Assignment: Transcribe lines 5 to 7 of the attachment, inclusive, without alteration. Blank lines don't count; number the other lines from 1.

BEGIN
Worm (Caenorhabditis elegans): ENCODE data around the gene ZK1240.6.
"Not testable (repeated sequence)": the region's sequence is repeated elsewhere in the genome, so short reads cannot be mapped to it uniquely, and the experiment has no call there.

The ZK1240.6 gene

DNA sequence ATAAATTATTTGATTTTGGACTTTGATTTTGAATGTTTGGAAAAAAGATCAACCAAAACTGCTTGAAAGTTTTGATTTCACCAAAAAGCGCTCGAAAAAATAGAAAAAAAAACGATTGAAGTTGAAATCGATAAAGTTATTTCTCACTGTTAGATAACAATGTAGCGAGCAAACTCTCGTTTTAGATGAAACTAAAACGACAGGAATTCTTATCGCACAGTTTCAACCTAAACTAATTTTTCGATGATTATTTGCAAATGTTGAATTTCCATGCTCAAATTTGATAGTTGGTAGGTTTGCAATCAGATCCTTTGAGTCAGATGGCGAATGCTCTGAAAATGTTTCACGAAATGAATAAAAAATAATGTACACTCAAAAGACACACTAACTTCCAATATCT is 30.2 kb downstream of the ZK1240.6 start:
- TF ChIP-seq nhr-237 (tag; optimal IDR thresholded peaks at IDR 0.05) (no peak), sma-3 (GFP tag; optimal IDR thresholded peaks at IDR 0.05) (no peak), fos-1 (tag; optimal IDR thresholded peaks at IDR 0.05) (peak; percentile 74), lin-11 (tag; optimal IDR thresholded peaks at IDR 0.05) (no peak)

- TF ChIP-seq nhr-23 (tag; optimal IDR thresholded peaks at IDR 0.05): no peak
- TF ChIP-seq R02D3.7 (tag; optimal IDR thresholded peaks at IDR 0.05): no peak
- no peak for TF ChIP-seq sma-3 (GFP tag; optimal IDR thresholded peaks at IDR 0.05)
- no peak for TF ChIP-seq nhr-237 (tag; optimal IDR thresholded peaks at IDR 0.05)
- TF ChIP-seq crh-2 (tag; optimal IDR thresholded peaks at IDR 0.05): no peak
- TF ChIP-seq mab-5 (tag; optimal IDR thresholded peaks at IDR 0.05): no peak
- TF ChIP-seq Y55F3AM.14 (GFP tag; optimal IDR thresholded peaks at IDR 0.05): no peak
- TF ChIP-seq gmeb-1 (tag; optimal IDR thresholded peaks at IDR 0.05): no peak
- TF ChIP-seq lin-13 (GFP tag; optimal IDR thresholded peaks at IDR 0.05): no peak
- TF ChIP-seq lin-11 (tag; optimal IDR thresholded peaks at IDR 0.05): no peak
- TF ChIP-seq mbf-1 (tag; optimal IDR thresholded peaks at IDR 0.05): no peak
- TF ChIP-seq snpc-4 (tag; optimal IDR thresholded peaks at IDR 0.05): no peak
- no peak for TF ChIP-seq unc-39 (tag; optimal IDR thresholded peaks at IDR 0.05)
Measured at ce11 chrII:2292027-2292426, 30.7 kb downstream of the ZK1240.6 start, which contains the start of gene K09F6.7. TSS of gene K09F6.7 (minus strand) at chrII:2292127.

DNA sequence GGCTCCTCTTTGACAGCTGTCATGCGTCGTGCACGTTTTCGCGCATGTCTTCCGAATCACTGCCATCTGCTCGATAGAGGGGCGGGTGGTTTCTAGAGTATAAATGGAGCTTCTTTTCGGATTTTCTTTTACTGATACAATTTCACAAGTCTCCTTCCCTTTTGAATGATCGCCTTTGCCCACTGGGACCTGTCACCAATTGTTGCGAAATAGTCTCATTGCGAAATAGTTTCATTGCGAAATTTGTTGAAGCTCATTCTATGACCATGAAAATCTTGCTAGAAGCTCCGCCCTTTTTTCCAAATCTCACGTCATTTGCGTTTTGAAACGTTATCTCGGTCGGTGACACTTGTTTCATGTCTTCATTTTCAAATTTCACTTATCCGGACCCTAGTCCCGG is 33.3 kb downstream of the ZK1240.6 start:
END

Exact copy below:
- TF ChIP-seq nhr-237 (tag; optimal IDR thresholded peaks at IDR 0.05) (no peak), sma-3 (GFP tag; optimal IDR thresholded peaks at IDR 0.05) (no peak), fos-1 (tag; optimal IDR thresholded peaks at IDR 0.05) (peak; percentile 74), lin-11 (tag; optimal IDR thresholded peaks at IDR 0.05) (no peak)

- TF ChIP-seq nhr-23 (tag; optimal IDR thresholded peaks at IDR 0.05): no peak
- TF ChIP-seq R02D3.7 (tag; optimal IDR thresholded peaks at IDR 0.05): no peak